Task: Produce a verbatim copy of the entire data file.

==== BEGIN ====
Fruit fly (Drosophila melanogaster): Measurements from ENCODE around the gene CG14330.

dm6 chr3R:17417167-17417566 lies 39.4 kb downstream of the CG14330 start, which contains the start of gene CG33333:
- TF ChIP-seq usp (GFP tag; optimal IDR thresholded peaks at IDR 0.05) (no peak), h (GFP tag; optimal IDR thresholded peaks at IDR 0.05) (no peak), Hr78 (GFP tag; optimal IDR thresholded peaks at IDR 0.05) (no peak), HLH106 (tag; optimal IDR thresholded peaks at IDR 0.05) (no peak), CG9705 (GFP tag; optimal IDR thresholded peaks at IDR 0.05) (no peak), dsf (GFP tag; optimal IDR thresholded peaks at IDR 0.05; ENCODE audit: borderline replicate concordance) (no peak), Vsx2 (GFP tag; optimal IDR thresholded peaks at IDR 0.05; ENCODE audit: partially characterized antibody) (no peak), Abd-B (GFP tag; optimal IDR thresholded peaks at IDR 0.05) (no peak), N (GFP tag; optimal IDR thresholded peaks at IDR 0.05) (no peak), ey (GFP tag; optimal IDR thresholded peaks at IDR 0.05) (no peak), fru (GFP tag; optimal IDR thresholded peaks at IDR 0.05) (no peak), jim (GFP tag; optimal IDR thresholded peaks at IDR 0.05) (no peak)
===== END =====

Fruit fly (Drosophila melanogaster): Measurements from ENCODE around the gene CG14330.

dm6 chr3R:17417167-17417566 lies 39.4 kb downstream of the CG14330 start, which contains the start of gene CG33333:
- TF ChIP-seq usp (GFP tag; optimal IDR thresholded peaks at IDR 0.05) (no peak), h (GFP tag; optimal IDR thresholded peaks at IDR 0.05) (no peak), Hr78 (GFP tag; optimal IDR thresholded peaks at IDR 0.05) (no peak), HLH106 (tag; optimal IDR thresholded peaks at IDR 0.05) (no peak), CG9705 (GFP tag; optimal IDR thresholded peaks at IDR 0.05) (no peak), dsf (GFP tag; optimal IDR thresholded peaks at IDR 0.05; ENCODE audit: borderline replicate concordance) (no peak), Vsx2 (GFP tag; optimal IDR thresholded peaks at IDR 0.05; ENCODE audit: partially characterized antibody) (no peak), Abd-B (GFP tag; optimal IDR thresholded peaks at IDR 0.05) (no peak), N (GFP tag; optimal IDR thresholded peaks at IDR 0.05) (no peak), ey (GFP tag; optimal IDR thresholded peaks at IDR 0.05) (no peak), fru (GFP tag; optimal IDR thresholded peaks at IDR 0.05) (no peak), jim (GFP tag; optimal IDR thresholded peaks at IDR 0.05) (no peak)